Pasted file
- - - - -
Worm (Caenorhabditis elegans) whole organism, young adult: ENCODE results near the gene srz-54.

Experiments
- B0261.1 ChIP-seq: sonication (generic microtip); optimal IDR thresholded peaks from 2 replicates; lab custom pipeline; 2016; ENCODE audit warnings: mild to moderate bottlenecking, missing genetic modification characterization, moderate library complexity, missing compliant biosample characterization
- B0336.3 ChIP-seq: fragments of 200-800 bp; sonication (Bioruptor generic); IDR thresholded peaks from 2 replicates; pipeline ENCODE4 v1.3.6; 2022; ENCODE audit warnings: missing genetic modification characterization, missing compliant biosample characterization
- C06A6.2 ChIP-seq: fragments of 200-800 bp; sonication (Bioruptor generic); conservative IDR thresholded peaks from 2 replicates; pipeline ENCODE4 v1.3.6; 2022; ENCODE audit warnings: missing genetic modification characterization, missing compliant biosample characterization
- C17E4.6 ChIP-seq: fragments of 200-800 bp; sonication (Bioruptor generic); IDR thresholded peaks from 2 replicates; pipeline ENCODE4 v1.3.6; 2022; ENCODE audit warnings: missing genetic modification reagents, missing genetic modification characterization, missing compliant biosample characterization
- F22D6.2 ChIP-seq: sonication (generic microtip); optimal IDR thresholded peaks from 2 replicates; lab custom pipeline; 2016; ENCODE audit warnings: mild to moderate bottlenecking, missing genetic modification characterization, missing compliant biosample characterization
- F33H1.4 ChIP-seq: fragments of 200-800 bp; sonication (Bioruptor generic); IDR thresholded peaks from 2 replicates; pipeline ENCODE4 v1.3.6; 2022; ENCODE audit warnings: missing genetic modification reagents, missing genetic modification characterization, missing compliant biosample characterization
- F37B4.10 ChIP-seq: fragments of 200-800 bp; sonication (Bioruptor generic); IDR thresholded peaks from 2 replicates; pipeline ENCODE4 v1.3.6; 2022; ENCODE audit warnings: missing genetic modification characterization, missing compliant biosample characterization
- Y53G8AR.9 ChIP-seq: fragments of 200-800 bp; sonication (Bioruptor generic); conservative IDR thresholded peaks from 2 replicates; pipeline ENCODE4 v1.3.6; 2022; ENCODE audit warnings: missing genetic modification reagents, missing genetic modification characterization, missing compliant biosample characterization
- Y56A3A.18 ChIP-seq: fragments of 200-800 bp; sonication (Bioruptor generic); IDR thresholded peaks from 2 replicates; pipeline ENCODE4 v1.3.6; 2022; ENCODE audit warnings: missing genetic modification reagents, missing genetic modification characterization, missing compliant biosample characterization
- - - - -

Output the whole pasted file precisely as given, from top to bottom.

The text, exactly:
Worm (Caenorhabditis elegans) whole organism, young adult: ENCODE results near the gene srz-54.

Experiments
- B0261.1 ChIP-seq: sonication (generic microtip); optimal IDR thresholded peaks from 2 replicates; lab custom pipeline; 2016; ENCODE audit warnings: mild to moderate bottlenecking, missing genetic modification characterization, moderate library complexity, missing compliant biosample characterization
- B0336.3 ChIP-seq: fragments of 200-800 bp; sonication (Bioruptor generic); IDR thresholded peaks from 2 replicates; pipeline ENCODE4 v1.3.6; 2022; ENCODE audit warnings: missing genetic modification characterization, missing compliant biosample characterization
- C06A6.2 ChIP-seq: fragments of 200-800 bp; sonication (Bioruptor generic); conservative IDR thresholded peaks from 2 replicates; pipeline ENCODE4 v1.3.6; 2022; ENCODE audit warnings: missing genetic modification characterization, missing compliant biosample characterization
- C17E4.6 ChIP-seq: fragments of 200-800 bp; sonication (Bioruptor generic); IDR thresholded peaks from 2 replicates; pipeline ENCODE4 v1.3.6; 2022; ENCODE audit warnings: missing genetic modification reagents, missing genetic modification characterization, missing compliant biosample characterization
- F22D6.2 ChIP-seq: sonication (generic microtip); optimal IDR thresholded peaks from 2 replicates; lab custom pipeline; 2016; ENCODE audit warnings: mild to moderate bottlenecking, missing genetic modification characterization, missing compliant biosample characterization
- F33H1.4 ChIP-seq: fragments of 200-800 bp; sonication (Bioruptor generic); IDR thresholded peaks from 2 replicates; pipeline ENCODE4 v1.3.6; 2022; ENCODE audit warnings: missing genetic modification reagents, missing genetic modification characterization, missing compliant biosample characterization
- F37B4.10 ChIP-seq: fragments of 200-800 bp; sonication (Bioruptor generic); IDR thresholded peaks from 2 replicates; pipeline ENCODE4 v1.3.6; 2022; ENCODE audit warnings: missing genetic modification characterization, missing compliant biosample characterization
- Y53G8AR.9 ChIP-seq: fragments of 200-800 bp; sonication (Bioruptor generic); conservative IDR thresholded peaks from 2 replicates; pipeline ENCODE4 v1.3.6; 2022; ENCODE audit warnings: missing genetic modification reagents, missing genetic modification characterization, missing compliant biosample characterization
- Y56A3A.18 ChIP-seq: fragments of 200-800 bp; sonication (Bioruptor generic); IDR thresholded peaks from 2 replicates; pipeline ENCODE4 v1.3.6; 2022; ENCODE audit warnings: missing genetic modification reagents, missing genetic modification characterization, missing compliant biosample characterization